Stefanac: I think that’s the key. I mean, I think that when we all started getting heavily into computers the screens were all CRTs, and even though you couldn’t see the flicker, there was in fact a flicker going on, and your eyes could perceive that.It really isn’t a pleasant experience when you’re staring at black lines against white or whatever the print color is. There was no way in the world that people would read extensively in that environment. Once we got to LCD screens, it changed. For me personally, for instance, I started reading all my newspapers online, and I didn’t think about it until a little bit later and I realized that it was exactly parallel with the time I starting to use laptops almost exclusively. And I went, oh but of course it’s much easier on the eye. I’ve seen even newer technology and I think there will be a lot more people willing to read online, as you say. Some of them even have flexible screens like paper. I’m not so sure this issue will matter in 10 more years. I think as kids grow up in front of screens they aren’t going to care whether or not it’s flexible, although that’s easier to carry around. They’re going to care about what they’re used to.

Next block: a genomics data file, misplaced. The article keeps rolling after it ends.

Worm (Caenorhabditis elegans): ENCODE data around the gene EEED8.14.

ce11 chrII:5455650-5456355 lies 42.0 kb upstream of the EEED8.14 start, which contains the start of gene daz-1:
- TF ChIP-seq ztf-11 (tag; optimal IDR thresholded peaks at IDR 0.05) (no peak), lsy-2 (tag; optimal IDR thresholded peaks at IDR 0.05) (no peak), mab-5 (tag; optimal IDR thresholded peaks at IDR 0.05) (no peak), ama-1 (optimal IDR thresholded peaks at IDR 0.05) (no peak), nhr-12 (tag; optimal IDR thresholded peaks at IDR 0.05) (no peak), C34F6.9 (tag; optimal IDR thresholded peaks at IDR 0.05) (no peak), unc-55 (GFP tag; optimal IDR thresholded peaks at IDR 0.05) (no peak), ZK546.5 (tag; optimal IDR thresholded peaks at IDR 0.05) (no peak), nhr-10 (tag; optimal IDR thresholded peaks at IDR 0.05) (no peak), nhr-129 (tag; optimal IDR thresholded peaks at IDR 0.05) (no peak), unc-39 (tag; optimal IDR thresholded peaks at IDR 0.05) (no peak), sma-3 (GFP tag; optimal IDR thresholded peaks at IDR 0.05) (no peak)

Perlmutter: From my 18 year olds I collect anecdotes about how, one of the points I make in my book, and I’m sure are self-evident, is that new media are not new to people who grew up using it.
Stefanac: I’m older, and I can’t imagine how they see it. I can observe it, and I can take advantage of whatever knowledge you can learn observing, but I grew up with books.